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Coalition to Oppose Attacks on Recycling In America

January 09, 2002
Contact: Bill Sheehan
GRRN Executive Director
(Bill Sheehan)

Recycling Leader Charges Waste Management Inc.'s Campaign To Landfill Grass Clippings Is Plot To Hike Prices

Athens, GA - Waste Management Inc.'s campaign to send grass and leaves to landfills was branded today by a leading recycling advocate as "a thinly disguised plot to hike prices for consumers and businesses without helping the environment."

"Wall Street reports now show us what is really going on," said Bill Sheehan, executive director of Athens-based Grassroots Recycling Network (GRRN). The Company is playing destructive games with America's proud recycling efforts in order to gouge its customers."

In Peoria, Illinois, Waste Management Inc. (WMI) is pushing for repeal of the state's
11-year old law that bans the landfilling of yard trimmings, also known as 'green waste' because it is so easy to recycle in composting programs. The garbage company claims it wants to test how grass and leaves will decompose in the landfill that it operates for the City and County.

But the true motivation, Sheehan pointed out, is in a Wall Street commentary urging the Big Three waste companies (WMI, Allied Waste and Republic Services) to increase volumes to landfills in order to restore "pricing power" - which is the euphemism used by financial markets for monopoly pricing.

Sheehan said that waste industry financial analysts are complaining that the recession has reduced construction activity along with waste from those sites going to landfills. Complaints by investors have created pressure to tighten landfill supply by increasing demand.

"What better way to increase waste - and waste revenues -- than by increasing waste disposal volumes?" Sheehan asked. "Green waste will go up more than 15% when landscape trimmings start going back to landfills."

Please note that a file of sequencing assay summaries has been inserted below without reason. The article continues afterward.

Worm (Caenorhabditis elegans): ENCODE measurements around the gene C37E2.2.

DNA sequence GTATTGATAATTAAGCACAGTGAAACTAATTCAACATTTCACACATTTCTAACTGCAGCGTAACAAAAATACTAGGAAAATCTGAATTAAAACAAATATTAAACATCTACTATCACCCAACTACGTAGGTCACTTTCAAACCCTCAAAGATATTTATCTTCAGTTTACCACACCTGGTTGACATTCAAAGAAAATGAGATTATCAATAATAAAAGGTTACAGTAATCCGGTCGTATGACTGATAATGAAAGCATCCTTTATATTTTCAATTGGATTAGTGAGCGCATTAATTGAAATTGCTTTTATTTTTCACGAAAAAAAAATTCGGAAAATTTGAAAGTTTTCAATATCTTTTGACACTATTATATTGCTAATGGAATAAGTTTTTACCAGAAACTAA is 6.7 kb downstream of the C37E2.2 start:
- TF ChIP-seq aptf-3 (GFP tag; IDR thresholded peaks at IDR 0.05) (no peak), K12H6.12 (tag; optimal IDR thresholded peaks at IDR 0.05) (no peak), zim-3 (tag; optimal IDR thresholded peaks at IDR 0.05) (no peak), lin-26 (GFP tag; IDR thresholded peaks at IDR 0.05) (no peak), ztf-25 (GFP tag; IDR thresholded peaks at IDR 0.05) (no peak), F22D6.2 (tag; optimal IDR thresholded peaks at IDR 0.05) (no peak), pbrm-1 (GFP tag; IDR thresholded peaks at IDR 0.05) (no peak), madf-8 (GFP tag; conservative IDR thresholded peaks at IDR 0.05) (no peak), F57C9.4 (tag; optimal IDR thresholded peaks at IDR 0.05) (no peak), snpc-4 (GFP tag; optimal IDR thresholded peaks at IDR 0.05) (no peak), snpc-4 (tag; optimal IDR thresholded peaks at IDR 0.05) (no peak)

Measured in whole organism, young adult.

"If Waste Management's trial balloon in Peoria were to succeed," Sheehan observed, "demand for landfills would increase, pricing power would return to the Big Three (who own most of the large new landfills) and prices charged to communities and businesses in places like Peoria for basic waste services would almost certainly soar."

Sheehan pointed out that Waste Management Inc. had jacked up tipping fees by as much as 86% in selected markets when it thought supply had tightened in the Northeast in 1999.
"If bans on landfill disposal of yard trimmings are repealed, disposal markets will tighten in those states, and prices will jump," Sheehan predicted. "For every 1% increase in charges for waste services, prices will increase by approximately $303,100 in Peoria County and $19 million in Illinois.

"But the worst part of this sordid story," said GRRN's Sheehan, "is that the environment will suffer. When green waste rots in landfills it contributes to global warming and increases risk to local water quality. When it is composted in people's back yards or in community compost centers, it produces a valuable product."

The GrassRoots Recycling Network ( is a North American network of waste reduction activists and professionals dedicated to achieving sustainable production and consumption based on the principle of Zero Waste.

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